Thu. Dec 7th, 2023

 Don’t start on me! I understand the irony: Jerry Springer used to be an XM/Sirius talk show host on the LEFT side: and he wasn’t very good, in my opinion. “Don’t start on me” with a, “They started it first!” No matter where you stand politically, that’s the kind of playground BS is Inspectionsomething elementary teachers had deal with for years: “I don’t care who ‘started it first.'”
 And where did the odd phrase “start on me” come from? Was it some homeless guy sleeping under a semi in a Pilot parking lot yelling out, “Don’t start ON me!” (Imagine how I could find humor in all the variations of “start on,” like “start with?”)
 Is Donald Trump the perfect politician for today because increasingly we have a Jerry Springer country? Politically we do seem to live from outrage to insult to outrage to…. if only it was as funny as pie fights in old movies, instead of increasingly getting more deadly.
 Where there’s no insult we invent one.
 Where there is insult it’s not just acceptable but is encouraged.
 It’s as if everyone is trying to get great ratings using increasingly outrageous claims, like a show about a supposed ‘bimbo’ from Mars who assaults a pimp from Uranus. (Maybe I misspelled the last word in that sentence and it is is TWO words?)
 Increasingly we live with this as if it has always been the norm, as if it has anything to do with actual debate and discussion. But….

  “You a nanny boo boo.”
 ” No YOU a nanny boo boo.”


 (You’re a…) ” … puppet.”

 …have little to do with debate or discussion. They are more akin to when the audience rushes the stage and starts beating on each other over some tawdry topic that we need to be adults about. But being an adult has nothing to do with…

  “You a nanny boo boo.”
 ” No YOU a nanny boo boo.”


 (You’re a…) ” … puppet.”
 ”NO, YOU da puppet!”

 Some of this has to do with the nature of new tech and how we use it to prop up humanity’s worst tendencies: seeking advantage, power and control. But, to paraphrase and re-purpose Marshall McLuan, the nature of the medium changes the message. Back in 1960 Kennedy beat Nixon, in part, because his stubble face and makeup made him look disheveled. Those who had heard him on radio thought Nixon had won. There were plenty of other reasons he lost, for sure, but any new tech has a propensity for making us even more of an Idiocracy, and TV from that moment started to make image increasingly more important than content.
 By 64 one might argue the new-ish medium: when it comes to politics, helped defeat Goldwater, in part, because of a brief puppies, kittens, cute little kid exterminated by a nuke political ad. Again: there were other reasons and, like McGovern, the likelihood of Goldwater winning was slight to none. Like Nixon’s poor makeup moment, it just made Barry an easier target.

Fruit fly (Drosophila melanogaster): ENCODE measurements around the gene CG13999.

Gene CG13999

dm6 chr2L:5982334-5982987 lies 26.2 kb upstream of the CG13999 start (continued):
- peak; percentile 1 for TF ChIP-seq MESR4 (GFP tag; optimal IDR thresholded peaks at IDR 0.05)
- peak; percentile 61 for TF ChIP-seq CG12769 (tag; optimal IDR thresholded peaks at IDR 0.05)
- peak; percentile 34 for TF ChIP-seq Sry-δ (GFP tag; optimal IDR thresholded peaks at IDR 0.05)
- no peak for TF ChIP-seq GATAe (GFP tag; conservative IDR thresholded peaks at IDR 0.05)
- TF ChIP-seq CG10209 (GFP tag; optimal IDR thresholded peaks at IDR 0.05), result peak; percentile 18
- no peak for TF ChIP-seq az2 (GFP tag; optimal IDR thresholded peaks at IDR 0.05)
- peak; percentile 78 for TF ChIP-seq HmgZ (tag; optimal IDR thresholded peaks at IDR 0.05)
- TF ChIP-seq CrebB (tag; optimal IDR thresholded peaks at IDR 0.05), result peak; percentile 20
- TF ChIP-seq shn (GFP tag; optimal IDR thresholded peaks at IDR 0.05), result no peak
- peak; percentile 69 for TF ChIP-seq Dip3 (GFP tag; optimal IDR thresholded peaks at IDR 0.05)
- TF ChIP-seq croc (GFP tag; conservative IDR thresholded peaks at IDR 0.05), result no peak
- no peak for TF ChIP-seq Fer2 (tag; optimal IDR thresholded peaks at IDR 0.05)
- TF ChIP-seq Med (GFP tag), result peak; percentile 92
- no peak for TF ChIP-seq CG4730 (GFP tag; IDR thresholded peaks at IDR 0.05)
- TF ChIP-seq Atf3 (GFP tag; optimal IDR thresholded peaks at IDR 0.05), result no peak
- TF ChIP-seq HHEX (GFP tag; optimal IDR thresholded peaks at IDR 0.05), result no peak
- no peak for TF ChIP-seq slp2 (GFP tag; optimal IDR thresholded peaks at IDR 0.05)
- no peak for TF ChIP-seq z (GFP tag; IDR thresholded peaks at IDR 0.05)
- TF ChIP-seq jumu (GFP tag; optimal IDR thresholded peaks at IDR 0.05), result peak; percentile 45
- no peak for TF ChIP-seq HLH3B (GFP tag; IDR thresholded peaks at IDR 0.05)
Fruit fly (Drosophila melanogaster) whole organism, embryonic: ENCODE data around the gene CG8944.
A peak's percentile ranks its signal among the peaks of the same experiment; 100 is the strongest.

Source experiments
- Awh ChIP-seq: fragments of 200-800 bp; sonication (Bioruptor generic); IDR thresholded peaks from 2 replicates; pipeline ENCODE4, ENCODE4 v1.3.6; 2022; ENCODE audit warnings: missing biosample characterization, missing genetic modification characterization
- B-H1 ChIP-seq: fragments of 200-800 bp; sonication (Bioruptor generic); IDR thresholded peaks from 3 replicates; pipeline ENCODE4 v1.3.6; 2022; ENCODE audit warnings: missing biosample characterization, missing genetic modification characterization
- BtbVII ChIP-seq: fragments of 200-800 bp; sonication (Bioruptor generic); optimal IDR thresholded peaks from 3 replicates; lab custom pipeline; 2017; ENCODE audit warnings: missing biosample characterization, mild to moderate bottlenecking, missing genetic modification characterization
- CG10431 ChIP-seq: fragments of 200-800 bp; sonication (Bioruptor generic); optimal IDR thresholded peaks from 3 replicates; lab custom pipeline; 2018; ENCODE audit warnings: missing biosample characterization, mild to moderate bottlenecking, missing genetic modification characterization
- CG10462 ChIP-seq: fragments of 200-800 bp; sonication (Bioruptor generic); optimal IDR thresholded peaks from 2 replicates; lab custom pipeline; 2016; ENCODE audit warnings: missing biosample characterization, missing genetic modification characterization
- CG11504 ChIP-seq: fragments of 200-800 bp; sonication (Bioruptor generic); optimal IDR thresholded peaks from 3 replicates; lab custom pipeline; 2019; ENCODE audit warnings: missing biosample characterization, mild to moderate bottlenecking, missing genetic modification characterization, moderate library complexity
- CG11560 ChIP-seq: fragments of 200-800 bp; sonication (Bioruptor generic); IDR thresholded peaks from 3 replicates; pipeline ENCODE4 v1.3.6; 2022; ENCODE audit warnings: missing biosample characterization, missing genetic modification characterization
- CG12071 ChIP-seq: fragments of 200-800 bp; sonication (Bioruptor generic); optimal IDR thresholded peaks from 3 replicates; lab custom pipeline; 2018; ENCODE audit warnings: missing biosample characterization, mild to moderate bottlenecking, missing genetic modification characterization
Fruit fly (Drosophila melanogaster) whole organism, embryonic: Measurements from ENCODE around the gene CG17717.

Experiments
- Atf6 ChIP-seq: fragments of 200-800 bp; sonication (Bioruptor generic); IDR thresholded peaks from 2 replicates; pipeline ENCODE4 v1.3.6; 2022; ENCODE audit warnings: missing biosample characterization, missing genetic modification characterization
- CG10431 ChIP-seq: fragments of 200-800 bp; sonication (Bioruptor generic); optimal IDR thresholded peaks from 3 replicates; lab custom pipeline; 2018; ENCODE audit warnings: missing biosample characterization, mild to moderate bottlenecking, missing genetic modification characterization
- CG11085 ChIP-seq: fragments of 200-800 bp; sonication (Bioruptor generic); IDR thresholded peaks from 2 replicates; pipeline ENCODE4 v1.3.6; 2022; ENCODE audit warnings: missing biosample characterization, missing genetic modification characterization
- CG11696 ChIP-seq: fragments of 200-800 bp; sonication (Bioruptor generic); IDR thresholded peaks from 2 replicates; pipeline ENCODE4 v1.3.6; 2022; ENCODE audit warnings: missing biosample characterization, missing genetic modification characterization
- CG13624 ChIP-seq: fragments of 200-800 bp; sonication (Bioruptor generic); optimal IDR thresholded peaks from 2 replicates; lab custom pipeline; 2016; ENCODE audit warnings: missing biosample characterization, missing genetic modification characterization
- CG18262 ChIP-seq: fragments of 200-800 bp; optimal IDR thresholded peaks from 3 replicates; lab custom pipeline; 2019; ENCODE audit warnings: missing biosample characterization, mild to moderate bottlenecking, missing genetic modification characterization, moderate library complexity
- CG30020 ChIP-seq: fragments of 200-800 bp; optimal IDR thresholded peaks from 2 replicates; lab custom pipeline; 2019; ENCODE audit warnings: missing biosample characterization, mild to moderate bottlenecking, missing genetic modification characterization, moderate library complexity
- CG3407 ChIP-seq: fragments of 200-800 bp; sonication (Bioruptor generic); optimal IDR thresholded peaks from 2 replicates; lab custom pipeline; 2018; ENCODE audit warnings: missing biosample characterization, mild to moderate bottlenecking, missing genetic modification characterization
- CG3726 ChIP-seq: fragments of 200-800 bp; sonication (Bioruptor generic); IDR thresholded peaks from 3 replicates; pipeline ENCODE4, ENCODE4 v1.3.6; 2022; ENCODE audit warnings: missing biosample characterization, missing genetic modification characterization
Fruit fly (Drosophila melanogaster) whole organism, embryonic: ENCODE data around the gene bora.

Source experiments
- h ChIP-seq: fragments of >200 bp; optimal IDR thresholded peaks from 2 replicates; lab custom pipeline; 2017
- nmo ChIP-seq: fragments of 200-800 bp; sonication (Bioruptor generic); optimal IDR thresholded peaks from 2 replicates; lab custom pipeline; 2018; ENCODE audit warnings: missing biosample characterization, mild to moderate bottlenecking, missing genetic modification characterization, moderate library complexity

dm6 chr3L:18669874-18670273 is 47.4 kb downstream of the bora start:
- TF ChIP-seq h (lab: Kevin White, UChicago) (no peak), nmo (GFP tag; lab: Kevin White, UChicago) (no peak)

Through the years pols and their handlers have learned how to handle the medium in ways that would have made Goebbels jealous. If you go back and listen to the debates, the speeches, it has changed them too. Our rhetoric has gone from complex ideas and respectful disagreement to idiotic, easy to refute, laughable catch phrases and caveman-intellect framing that amounts to…

 ”NO, YOU da puppet!”

 Meanwhile, on the technology front, I find that far too many younger folks, which with my generation is coming down to almost everyone these days, find writing too much of a chore. They want to text, they want to tweet: both which discourages in-depth thought, little to no reasoning skills, and encourages an inability to see issues from sides other than one’s own.
 Texting and tweeting increasingly leave us focused on incomplete sentences and simplistic snark.
 There’s a movie I mentioned before: Idiocracy. If you haven’t seen, please seek it out. I think it’s becoming more documentary than fiction.
 So, to provide just one example, if you laugh at the president’s simplicity and repetitiveness when he talks, when he rallies his base, when he tweets: the joke may be on you. Whether something is true, or not, almost doesn’t matter anymore. I’ve argued with those who have used some simpler version of, “Yeah, but it sounds like him (her), so I’m going to use it anyway.” When you live in a caveman world of ughs and oogs, where simplistic accusatory comebacks are all that matters, who does it the loudest, who beats and yells harder, who rushes the Jerry Springer stage with the most anger-driven energy, wins. Who beats down those who disagree harder gets the best ratings. The media, Facebook and tech all make them more important: when they’re NOT. But the more thoughtful anything, any statement, is the more it gets lost in the noise, the more ignorant… the more entertaining. And in an Idiocracy that’s all that matters.
 The only question left is how low; to what level of simplicity, new technology will carry us in the future. At 64 I’m thankful I may not find out.
Inspection is a column that has been written by Ken Carman for over 40 years. Inspection is dedicated to looking at odd angles, under all the rocks, and into the unseen cracks and crevasses, that constitute the issues and philosophical constructs of our day: places few think, or even dare, to venture.
©Copyright 2018
Ken Carman and Cartenual Productions
all right reserved

By Ken Carman

Entertainer, provider of educational services, columnist, homebrewer, collie lover, writer of songs, poetry and prose... humorist, mediocre motorcyclist, very bad carpenter, horrid handyman and quirky eccentric deluxe.

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